A History of Steep War Memorial Village Hall and Club
The Hall was designed in 1920-22 by Lionel Godfrey Pearson, of architects; H. Percy Adams, Charles H. Holden and Lionel G. Pearson, 25 Woburn Place, Russell Square, London W.C. Charles Holden was articled to F.W. Leeson, where he met Muirhead Bone.
There had previously been a Steep Village Club before WWI. It was started by Captain Bourchier. The club met at the house now numbered 45 Church Road. It is almost opposite the Steep Hall.
The following account was compiled by Rollo Wicksteed who was chairman of Steep Parish Council and a Village Hall trustee for a number of years:
The Steep War Memorial Village Club was established in 1920 by a transfer of land in December 1920 from Bedales School to the Trustees. In 1921 it was agreed that the Club was “To provide a centre for all social activities and for all forms of physical and mental recreation and for educational purposes.” The architects drew up the plans in March 1920. The club was to be known as the Steep War Memorial Village Club.
The hall was altered in 1924 when the present south wing was built replacing the original kitchen. The Club balance sheet for the year ending Sept. 1922 shows a payment to Mr L.G. Pearson for architects fees of £64 5s 0d and one to Mr H.J. Cribb of £3 10s 6d for designing and cutting the inscription on the building. The balance sheet for 1923/1924 shows that a building fund had been established (presumably for the extension) and totally £96 16s 2d.
In 1921 a payment of £1957 1s 7d was made to the builder Messrs Kemp and Sons and £136 1s 10d was due to the architect. Money that year was received from a host of subscribers notably the Gimson family, and one guinea from Walter de la Mare. A large contribution of £108 was made by Muirhead Bone, artist, one of the trustees, who lived at Byways, Steep. He later became Sir Muirhead Bone (1876-1953). He was known for his drypoint work and pencil and charcoal drawings. He had been a war artist in WWI and would go on to perform the same task in WWII.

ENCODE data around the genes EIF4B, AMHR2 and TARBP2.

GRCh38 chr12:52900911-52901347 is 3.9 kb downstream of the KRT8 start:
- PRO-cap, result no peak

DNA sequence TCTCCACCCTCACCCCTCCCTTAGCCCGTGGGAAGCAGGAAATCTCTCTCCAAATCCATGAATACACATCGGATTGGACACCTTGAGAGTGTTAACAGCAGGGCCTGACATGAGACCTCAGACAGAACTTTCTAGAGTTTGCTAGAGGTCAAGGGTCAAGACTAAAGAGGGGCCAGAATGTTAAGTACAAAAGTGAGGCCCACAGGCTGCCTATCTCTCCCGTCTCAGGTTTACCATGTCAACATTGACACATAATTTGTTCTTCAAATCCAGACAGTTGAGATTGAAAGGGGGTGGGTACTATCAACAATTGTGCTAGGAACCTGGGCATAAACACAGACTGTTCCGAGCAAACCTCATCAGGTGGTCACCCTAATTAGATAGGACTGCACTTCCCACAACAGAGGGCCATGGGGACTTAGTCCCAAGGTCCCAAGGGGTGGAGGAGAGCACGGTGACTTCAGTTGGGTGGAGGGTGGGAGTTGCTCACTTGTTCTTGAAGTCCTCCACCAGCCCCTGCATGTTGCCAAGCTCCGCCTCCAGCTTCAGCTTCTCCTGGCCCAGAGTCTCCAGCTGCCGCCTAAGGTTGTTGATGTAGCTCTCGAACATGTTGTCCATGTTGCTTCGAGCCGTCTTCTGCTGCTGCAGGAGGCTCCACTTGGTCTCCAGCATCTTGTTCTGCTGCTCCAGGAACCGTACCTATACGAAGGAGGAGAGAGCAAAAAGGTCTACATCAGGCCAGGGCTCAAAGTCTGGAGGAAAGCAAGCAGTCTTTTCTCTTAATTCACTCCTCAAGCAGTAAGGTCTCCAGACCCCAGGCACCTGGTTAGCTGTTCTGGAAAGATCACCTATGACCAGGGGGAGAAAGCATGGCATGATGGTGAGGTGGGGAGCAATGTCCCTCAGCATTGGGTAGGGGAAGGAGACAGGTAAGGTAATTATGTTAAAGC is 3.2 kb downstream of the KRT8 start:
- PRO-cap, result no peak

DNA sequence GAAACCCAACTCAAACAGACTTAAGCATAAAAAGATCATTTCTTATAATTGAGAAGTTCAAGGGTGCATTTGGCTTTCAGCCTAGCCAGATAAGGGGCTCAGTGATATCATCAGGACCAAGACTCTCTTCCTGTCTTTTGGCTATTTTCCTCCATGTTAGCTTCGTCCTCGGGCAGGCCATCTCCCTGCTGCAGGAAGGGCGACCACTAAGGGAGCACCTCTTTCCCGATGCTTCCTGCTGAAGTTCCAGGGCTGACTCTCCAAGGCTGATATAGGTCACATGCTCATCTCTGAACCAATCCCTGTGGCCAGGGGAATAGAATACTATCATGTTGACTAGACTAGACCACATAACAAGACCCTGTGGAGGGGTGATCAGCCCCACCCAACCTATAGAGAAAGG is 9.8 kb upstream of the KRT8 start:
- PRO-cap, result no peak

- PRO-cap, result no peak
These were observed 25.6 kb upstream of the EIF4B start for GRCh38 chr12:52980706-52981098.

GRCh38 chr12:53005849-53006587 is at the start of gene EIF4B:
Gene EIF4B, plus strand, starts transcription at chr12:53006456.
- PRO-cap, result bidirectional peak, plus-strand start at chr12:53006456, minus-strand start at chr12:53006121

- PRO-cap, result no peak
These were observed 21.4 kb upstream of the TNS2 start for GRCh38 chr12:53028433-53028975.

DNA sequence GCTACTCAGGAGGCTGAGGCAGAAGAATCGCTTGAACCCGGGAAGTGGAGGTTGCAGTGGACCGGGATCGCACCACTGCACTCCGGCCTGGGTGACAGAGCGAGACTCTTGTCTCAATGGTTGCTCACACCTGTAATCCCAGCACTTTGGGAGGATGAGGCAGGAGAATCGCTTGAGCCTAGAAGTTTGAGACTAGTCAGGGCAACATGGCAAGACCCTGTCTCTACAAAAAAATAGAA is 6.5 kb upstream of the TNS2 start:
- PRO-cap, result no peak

In 1922 Bedales School conveyed a further piece of land to the east of the club for the erection of a war memorial. (Note from Fran Box – Whether this meant an actual monument or whether it referred to the War Memorial Hall is unclear.) By this time several of the original trustees had left Steep. The Badley sisters were living in the Lake District, the former vicar Herbert Peto Betts was in Menton, France. George Woodman Esq. was in Columbo, Ceylon and Muirhead Bone was in London.
Steep Village Hall possibly in 1920s, picture from Tony Upton
In 1936 owing to financial difficulties, The Village Hall Trust obtained permission from the Charity Commission to transfer the operation of the Hall to the Parish Council (who have managed it ever since) including the financial responsibility for its upkeep, “these being a charge to the parish rates”.
Among the early club rules is one that limits members to buy no more than two pints of beer a night plus an extra pint for the purpose of “treating a guest”.
The first Club chairman was Oswald B. Powell.
In Nov 1927 a wireless licence was granted to Horace Shipton Brown on behalf of the Club to allow the premises to be used as “a wireless receiving station”.
A party to the 1920 conveyance was George Bransby Williams. It is not known if this is the famous man or a relative.
Fran Box Notes:
The 1920 Indenture conveying the Village Hall land can be seen at Hampshire Record Office.
The conveyance was between Mary Emeline Badley, Laura Elizabeth Badley spinsters of Winterseeds, Grasmere, Westmorland, John Haden Badley of Bedales School and Amy Badley his wife – these are referred to as ‘The Company’. They were those persons who owned the land belonging to Bedales School.
And the following who were to be ‘The Trustees’:
Walter William Waters corn merchant of Dunhill
Herbert Peto Betts clerk in holy orders of the Vicarage, Steep
George Ernest Woodman Esquire of Stonerwood Park, Steep